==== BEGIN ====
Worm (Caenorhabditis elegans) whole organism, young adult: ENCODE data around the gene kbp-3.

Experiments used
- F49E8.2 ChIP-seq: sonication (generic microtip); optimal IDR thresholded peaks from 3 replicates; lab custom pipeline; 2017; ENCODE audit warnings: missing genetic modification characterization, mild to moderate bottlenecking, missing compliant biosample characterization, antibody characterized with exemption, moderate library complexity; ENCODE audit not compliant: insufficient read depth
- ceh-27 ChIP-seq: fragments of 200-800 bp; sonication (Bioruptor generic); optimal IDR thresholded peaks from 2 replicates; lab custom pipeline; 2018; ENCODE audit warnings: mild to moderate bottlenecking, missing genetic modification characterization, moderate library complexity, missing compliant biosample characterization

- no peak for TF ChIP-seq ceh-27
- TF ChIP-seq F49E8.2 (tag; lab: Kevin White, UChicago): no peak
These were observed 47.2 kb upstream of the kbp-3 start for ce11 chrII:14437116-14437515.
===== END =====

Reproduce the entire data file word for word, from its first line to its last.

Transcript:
Worm (Caenorhabditis elegans) whole organism, young adult: ENCODE data around the gene kbp-3.

Experiments used
- F49E8.2 ChIP-seq: sonication (generic microtip); optimal IDR thresholded peaks from 3 replicates; lab custom pipeline; 2017; ENCODE audit warnings: missing genetic modification characterization, mild to moderate bottlenecking, missing compliant biosample characterization, antibody characterized with exemption, moderate library complexity; ENCODE audit not compliant: insufficient read depth
- ceh-27 ChIP-seq: fragments of 200-800 bp; sonication (Bioruptor generic); optimal IDR thresholded peaks from 2 replicates; lab custom pipeline; 2018; ENCODE audit warnings: mild to moderate bottlenecking, missing genetic modification characterization, moderate library complexity, missing compliant biosample characterization

- no peak for TF ChIP-seq ceh-27
- TF ChIP-seq F49E8.2 (tag; lab: Kevin White, UChicago): no peak
These were observed 47.2 kb upstream of the kbp-3 start for ce11 chrII:14437116-14437515.